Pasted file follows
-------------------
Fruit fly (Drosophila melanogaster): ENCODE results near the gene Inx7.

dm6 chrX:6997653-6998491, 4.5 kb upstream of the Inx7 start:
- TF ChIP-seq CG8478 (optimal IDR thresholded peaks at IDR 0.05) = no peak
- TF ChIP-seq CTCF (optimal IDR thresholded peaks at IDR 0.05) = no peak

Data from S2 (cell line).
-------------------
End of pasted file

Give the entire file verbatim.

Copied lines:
Fruit fly (Drosophila melanogaster): ENCODE results near the gene Inx7.

dm6 chrX:6997653-6998491, 4.5 kb upstream of the Inx7 start:
- TF ChIP-seq CG8478 (optimal IDR thresholded peaks at IDR 0.05) = no peak
- TF ChIP-seq CTCF (optimal IDR thresholded peaks at IDR 0.05) = no peak

Data from S2 (cell line).